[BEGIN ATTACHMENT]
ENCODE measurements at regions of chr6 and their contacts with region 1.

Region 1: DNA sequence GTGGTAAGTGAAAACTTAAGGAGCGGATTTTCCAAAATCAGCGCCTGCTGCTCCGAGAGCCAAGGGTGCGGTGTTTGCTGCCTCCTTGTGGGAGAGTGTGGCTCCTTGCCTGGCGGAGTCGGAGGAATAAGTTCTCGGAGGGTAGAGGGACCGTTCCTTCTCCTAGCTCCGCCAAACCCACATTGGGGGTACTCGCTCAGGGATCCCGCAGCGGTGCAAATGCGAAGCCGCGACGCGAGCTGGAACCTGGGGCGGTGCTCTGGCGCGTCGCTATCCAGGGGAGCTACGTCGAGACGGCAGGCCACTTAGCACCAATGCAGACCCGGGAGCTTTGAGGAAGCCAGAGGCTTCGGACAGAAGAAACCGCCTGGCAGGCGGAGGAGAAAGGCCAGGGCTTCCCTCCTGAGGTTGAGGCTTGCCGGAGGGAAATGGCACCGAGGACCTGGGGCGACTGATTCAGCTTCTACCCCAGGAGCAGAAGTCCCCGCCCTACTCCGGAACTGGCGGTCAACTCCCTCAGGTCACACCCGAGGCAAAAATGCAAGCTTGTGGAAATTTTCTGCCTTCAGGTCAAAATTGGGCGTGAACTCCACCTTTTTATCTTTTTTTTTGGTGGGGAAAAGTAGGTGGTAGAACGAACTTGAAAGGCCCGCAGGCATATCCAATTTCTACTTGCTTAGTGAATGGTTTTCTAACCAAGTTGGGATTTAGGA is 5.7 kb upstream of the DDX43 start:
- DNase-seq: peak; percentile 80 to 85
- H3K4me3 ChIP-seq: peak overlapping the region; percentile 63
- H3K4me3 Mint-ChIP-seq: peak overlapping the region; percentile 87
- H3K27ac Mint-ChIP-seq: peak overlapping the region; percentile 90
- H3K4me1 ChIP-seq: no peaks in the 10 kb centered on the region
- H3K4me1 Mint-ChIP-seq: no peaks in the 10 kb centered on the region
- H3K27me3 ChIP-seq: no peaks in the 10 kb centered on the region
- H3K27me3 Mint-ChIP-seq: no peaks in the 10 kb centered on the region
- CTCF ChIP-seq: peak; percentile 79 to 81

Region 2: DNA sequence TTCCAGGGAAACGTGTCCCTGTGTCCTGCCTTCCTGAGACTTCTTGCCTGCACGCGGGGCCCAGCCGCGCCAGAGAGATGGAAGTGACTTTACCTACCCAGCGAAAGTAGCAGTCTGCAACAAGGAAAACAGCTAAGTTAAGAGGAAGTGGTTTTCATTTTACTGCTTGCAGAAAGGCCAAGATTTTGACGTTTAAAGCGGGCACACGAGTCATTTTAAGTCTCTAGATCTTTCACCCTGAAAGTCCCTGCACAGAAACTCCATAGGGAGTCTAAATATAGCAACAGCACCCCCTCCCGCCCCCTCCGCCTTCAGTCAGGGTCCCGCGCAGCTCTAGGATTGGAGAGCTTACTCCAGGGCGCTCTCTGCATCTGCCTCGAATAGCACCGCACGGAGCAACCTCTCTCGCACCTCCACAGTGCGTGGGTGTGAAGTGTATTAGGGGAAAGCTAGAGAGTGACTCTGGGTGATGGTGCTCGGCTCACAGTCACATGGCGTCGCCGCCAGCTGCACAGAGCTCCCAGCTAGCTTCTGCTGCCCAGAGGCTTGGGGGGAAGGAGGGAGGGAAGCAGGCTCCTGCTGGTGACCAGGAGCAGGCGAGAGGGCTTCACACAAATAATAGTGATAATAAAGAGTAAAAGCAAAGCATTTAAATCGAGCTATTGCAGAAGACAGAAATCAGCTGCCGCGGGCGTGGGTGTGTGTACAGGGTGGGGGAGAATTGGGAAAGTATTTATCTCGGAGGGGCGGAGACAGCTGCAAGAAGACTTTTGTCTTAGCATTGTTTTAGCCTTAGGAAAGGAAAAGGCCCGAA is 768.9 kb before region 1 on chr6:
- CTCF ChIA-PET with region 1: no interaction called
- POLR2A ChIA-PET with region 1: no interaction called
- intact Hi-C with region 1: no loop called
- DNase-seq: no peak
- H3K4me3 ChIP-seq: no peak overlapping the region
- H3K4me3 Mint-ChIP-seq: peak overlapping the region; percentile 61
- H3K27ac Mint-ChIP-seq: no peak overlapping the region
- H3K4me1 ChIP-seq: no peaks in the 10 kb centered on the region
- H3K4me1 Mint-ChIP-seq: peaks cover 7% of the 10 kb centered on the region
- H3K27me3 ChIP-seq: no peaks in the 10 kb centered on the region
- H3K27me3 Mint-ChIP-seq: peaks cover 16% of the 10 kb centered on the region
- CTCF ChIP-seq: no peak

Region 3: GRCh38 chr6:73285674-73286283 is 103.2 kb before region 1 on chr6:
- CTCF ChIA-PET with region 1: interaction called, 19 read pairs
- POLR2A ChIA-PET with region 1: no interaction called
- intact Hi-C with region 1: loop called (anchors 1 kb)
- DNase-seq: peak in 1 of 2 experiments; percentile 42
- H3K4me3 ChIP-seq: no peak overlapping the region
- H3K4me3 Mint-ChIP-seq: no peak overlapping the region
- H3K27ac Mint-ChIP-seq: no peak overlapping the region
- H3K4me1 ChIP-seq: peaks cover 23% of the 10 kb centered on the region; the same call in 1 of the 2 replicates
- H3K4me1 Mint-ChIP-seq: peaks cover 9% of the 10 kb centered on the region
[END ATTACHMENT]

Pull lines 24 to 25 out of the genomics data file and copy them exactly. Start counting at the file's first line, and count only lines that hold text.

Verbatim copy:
- CTCF ChIP-seq: no peak

Region 3: GRCh38 chr6:73285674-73286283 is 103.2 kb before region 1 on chr6: